My last installment about how Windows Server handles processor cores discussed Windows Server 2008 and Windows Server 2008 R2. Windows Server 2012 is out and the editions available differ somewhat from prior Windows operating system releases. With the editions available, key differences are not regarding features as one might think but actually concern virtualization rights. Both editions support the same amounts of memory, physical processors, and logical processors. This post is for informational purposes only. Please consult the End User License Agreement (EULA) for your product and/or the link at the end of this post for more information.
These two editions contain all the same features. For example, previous Standard editions did not contain Failover Clustering. Therefore, to use that feature it required Enterprise or Datacenter. Enterprise edition for Windows Server 2012 does not exist. You will find that Failover Clustering as well as any other feature you can find in Windows Server 2012 Datacenter also exists with Standard edition. Virtualization and processor licensing are key differentiators.
Client Access Licenses (CALs) remain required for access to Windows Server 2012. Therefore, CAL requirements have not changed. As in the past, CALs must be equivalent or higher in version as compared to the Windows Server version being accessed. Therefore, Windows Server 2012 requires Windows Server 2012 CALS. Licensing requirements for Remote Desktop Services (RDS) and Active Directory Rights Management Service (ADRMS) remain the same and still require appropriate CALs for access.
What is different is what the Windows Server license provides. A single license for either available edition provides use of up to two physical processors. If you have additional physical processors in the same server, simply assign additional licenses for Windows Server 2012 for the edition purchased as needed for the additional set of physical processors. When I say ‘assign’ another license, I might as well say allocate because this is for licensing compliance. Currently you can only register one license key per server. Just make certain you have enough licenses purchased to cover the number of physical processors and for any virtualization needs (discussed in the next section). Remember, each license provides for up to two additional physical processors. The number of cores available per processor is irrelevant. If you have an odd number of physical processors, you can’t purchase server licenses for individual physical processors; they cover up to two. For purposes of example, if you assign four Windows Server 2012 Standard edition licenses to the same server, that server is licensed for use of eight physical processors and as many cores per physical processor as the OS will support.
Standard server licenses provide the ability to host two virtual machines (VMs) on those same two physical processors that the license covers. The same license also provides virtualization rights. Using the above example with four Standard edition licenses, the server is licensed for use of eight physical processors, as many cores as the OS supports, and up to eight VMs. If you have a need to support ten VMs on the same four (physical) processor system, simply assign one more Standard edition license to support ten VMs even though the hardware may only have four physical processors. The number of licenses needed depends on the number of physical processors or VMs to be hosted – whichever number is higher.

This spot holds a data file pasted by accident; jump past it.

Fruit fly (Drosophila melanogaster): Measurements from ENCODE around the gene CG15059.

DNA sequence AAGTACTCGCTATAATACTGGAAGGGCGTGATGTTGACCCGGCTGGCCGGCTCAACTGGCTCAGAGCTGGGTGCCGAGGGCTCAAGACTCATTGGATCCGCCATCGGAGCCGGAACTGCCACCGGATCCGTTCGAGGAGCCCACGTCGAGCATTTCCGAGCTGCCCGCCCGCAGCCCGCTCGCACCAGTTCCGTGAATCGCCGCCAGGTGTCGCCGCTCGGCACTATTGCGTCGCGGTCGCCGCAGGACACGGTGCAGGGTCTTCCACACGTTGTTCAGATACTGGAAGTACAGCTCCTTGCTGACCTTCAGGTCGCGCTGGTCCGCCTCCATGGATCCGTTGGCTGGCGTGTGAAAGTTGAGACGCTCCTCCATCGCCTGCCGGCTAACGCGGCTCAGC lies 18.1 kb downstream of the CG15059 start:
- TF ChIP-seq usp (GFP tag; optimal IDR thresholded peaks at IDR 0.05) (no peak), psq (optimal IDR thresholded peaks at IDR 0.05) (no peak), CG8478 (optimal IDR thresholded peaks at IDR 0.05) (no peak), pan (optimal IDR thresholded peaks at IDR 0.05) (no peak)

A Datacenter license provides the ability to host an unlimited number of VMs on those same two physical processors. However, like a Standard edition license, you need to assign additional Datacenter edition licenses based on the number of physical processors needed. The number of cores per physical processor remains irrelevant other than staying within the bounds of the OS and, of course, what the hardware itself will support. My take on this is that if you are going to be hosting a serious number of VMs on a host with lots of processors and cores, Datacenter is likely the most cost effective path.
Standard Edition may fit some situations. However, Datacenter is obviously more flexible in terms of virtualization rights and is likely a better fit for highly virtualized environments. While with either edition you may assign more licenses, those licenses have to be for the same edition and may not be intermixed. So what can you do if you go with Standard and find out that the future of the server requires more licensing capacity? You could continue to purchase and assign additional Standard edition licenses as applicable. If you have Software Assurance benefits, you may be able to purchase a Step-up to migrate to a Datacenter license for that server.
Windows Server 2012 supports up to 64 physical processors with an upper limit of 640 logical processors. Hyper-V enabled systems have an upper limit of 320 logical processors. Physical cores remain a preferred option in lieu of logical processors from Simultaneous Multithreading (SMT) when physical cores are available.
My thoughts behind writing this post were to help communicate a significant change that affects server deployment planning. The cost of licenses for Standard and Datacenter editions are different to account for the licensing changes. The price per instance appears to have been reduced such that equivalent instances for Windows Server 2012 may be less than Windows Server 2008 R2 Enterprise. Again, this post is not a definitive source for what a license covers, what the terms are, or what all the different options are that are available. A great source for frequently asked questions and other links to related information, please consult the following Windows Server 2012 Licensing and Pricing FAQ document: